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Performax eyes 1000 annual sales

Thinking big: Converting US full-size pick-up trucks to RHD is the future for Performax International, as the products meet many Australian needs and help secure repeat customers.

Greater awareness, accessibility of big US trucks key to Performax expansion plan

12 Sep 2014

AUSTRALIANS can expect to see a lot more big US pick-up trucks on the roads in coming years, if Queensland-based importer and right-hand drive converter Performax International has its way.

The company has its sights set on a target of 1000 annual sales by financial year 2017-18, with the Ford F-series recently introduced under full-volume ADR compliance expected to account for half the overall volume.

That is an almost three-fold increase on the 350 vehicles Performax hopes to sell this financial year, with F-series trucks contributing 180 units to the total – and at least 20 have already been sold.

Making the trucks more available and more visible across Australia is key to the plan, and Performax is in the throes of establishing a nationwide network of 22 dealerships that will provide a broader sales, service and parts base.

Performax will also be pushing hard to increase awareness around the benefits of full-size utes among tradies, farmers, grey nomads, the equine and mining industries.

The new sales outlets will be promoted as the only place where all the major types of US trucks can be compared, with the Chevrolet Silverado, Dodge Ram, Ford F-Series, GMC Sierra Denali and Toyota Tundra available.

A factory-owned flagship sales centre will also be established at North Lakes, which is closer to Brisbane and more accessible than Performax company headquarters, factory and showroom in Gympie, 170km north of the Queensland capital.

More sales mean more conversions, which will require an increase in manufacturing capacity at Gympie, where a facility currently used for the company’s Crossroads caravan business has been earmarked.

If the plan goes ahead, the premises would be turned into a truck production line for higher volume products, using more automated processes than the current workshop style arrangement.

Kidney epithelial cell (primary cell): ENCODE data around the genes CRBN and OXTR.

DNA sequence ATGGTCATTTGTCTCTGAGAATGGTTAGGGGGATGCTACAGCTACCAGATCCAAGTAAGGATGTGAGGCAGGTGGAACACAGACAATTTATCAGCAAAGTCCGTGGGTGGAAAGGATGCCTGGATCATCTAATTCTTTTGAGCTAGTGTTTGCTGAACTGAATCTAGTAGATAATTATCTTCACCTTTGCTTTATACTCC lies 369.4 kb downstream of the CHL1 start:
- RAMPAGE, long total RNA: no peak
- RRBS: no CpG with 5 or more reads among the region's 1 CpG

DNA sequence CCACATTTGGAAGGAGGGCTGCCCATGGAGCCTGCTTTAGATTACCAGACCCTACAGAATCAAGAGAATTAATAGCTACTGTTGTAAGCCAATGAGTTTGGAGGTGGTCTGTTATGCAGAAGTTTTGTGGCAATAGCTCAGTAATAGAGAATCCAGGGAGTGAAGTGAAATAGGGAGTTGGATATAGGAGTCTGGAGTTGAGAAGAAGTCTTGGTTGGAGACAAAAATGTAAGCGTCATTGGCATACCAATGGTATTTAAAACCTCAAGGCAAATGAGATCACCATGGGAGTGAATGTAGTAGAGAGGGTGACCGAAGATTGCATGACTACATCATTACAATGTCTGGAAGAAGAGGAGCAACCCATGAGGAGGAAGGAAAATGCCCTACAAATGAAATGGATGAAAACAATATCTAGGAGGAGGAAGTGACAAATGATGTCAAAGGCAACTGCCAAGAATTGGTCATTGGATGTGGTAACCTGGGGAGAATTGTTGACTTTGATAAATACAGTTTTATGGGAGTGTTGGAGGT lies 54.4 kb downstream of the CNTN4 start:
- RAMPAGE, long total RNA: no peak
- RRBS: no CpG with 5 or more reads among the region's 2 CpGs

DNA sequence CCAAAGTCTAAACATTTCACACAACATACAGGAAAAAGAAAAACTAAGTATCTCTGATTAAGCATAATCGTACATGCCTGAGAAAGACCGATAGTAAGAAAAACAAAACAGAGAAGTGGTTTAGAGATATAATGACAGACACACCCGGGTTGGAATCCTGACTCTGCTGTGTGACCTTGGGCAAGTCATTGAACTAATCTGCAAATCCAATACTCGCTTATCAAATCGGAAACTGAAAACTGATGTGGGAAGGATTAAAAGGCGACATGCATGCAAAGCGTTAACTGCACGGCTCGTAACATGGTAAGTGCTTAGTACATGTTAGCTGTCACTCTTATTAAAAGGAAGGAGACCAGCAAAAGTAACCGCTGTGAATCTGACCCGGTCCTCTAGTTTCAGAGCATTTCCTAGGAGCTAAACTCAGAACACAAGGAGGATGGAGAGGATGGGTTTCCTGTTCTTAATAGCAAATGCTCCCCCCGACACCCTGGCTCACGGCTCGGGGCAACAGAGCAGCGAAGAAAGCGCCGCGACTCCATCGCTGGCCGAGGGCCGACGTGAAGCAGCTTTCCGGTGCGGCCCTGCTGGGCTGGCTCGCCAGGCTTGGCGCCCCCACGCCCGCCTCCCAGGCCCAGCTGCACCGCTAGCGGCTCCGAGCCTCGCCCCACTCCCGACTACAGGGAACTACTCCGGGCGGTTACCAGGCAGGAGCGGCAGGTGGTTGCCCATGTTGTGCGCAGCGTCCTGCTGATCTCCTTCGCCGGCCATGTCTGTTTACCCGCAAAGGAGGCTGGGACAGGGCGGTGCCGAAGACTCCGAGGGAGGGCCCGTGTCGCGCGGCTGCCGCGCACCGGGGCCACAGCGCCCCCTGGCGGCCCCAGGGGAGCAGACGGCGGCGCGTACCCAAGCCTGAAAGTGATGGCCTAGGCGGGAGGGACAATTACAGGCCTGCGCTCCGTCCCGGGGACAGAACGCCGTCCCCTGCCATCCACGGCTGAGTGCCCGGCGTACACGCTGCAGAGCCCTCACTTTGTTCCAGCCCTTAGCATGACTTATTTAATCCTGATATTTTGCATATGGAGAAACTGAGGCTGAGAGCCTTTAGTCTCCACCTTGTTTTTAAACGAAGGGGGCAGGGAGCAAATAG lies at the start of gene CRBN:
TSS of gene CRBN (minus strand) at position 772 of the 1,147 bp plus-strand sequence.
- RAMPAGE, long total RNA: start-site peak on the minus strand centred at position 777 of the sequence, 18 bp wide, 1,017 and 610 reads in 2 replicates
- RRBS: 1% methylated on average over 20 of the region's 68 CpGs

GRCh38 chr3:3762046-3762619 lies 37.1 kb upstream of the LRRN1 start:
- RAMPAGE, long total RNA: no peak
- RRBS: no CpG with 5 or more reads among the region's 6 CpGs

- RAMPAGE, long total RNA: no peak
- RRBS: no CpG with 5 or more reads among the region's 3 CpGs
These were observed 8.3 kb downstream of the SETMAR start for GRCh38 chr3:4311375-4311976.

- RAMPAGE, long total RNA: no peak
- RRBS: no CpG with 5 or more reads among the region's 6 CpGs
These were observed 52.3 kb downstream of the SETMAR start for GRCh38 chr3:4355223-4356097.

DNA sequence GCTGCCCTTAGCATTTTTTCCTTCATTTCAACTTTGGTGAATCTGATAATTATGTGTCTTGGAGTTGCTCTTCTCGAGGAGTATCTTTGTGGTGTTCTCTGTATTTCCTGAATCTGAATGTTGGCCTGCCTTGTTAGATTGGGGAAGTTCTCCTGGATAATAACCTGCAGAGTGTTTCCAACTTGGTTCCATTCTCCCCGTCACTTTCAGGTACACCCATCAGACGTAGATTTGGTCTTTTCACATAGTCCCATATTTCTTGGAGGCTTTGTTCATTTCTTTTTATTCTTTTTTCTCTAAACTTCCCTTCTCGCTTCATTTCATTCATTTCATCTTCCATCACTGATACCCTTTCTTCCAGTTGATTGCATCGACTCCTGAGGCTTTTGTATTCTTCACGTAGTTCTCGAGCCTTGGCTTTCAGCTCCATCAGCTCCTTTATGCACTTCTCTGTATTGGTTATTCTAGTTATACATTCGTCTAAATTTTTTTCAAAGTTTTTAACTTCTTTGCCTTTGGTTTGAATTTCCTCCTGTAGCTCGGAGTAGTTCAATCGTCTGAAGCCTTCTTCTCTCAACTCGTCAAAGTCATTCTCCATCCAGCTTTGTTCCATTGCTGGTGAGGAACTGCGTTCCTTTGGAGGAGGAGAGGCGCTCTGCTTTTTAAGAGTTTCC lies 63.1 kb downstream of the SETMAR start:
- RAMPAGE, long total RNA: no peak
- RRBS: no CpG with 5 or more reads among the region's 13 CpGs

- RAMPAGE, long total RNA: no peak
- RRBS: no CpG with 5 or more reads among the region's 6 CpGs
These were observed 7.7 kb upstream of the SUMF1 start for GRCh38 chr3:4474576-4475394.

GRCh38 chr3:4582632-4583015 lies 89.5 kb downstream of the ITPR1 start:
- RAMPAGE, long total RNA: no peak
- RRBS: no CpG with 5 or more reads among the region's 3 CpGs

Speaking at the Ford F-250 launch last week, Performax general manager Glenn Soper said he had dealership applicants from all 22 prime market areas the company identified around the country, and that Performax plans to get the first 16 dealerships up and running by the end of this year, with the remainder in place early 2015.

Increasing the number of locations where customers can get their vehicles serviced under the Performax brand will also help address the concerns of retired 'grey nomad' customers who are worried about parts availability and service expertise while they are on long road-trips.

Part of the task requires increasing customer understanding that a full-size pick-up might be better suited to the task they have in mind than pushing – or dangerously exceeding – the limits of mainstream SUVs or one-tonne utes.

Sales staff will be trained to assess and qualify the needs of the customer and point them in the right direction.

Mr Soper said many of the dealerships that have expressed interest in Performax brand franchises are the major multi-franchise type operations he would prefer to deal with.

“Multi-franchise dealerships have the ability to keep some inventory on the parts, have the appropriate diagnostic tools and we will have dedicated training … we will get around to the dealers and make sure they are au fait with warranty guidelines, customer service activities or technical skills,” he said.

“Now we have the full array of American pick-ups, we are a more valuable proposition (to dealerships) and we have proved ourselves so that high-quality dealerships can put their hand up and take on our franchise.”

Mr Soper said Performax will stipulate that dealerships must take on the whole range of American trucks, creating “a unique selling proposition to be able to walk in and drive a Dodge, Tundra, Chevy or Ford and make a decision on what works for you”.

The look and feel of Performax dealerships is yet to be determined and Mr Soper is mindful of the strong dealer agreements outlets have with their brands.

“We hope to have a facility on the side with Performax logos, shirts and the look and feel of Performax,” he said.

As an example, Mr Soper showed GoAuto a photo on his phone of one Queensland Performax dealership that has all the trucks displayed on a lawn with American and brand logo flags above them.

He said Performax will look after its dealerships by giving them a decent-sized market area, apply sales incentives equally across the network and equalise freight costs so that outlets in further-flung regions like Western Australia are not over-burdened.

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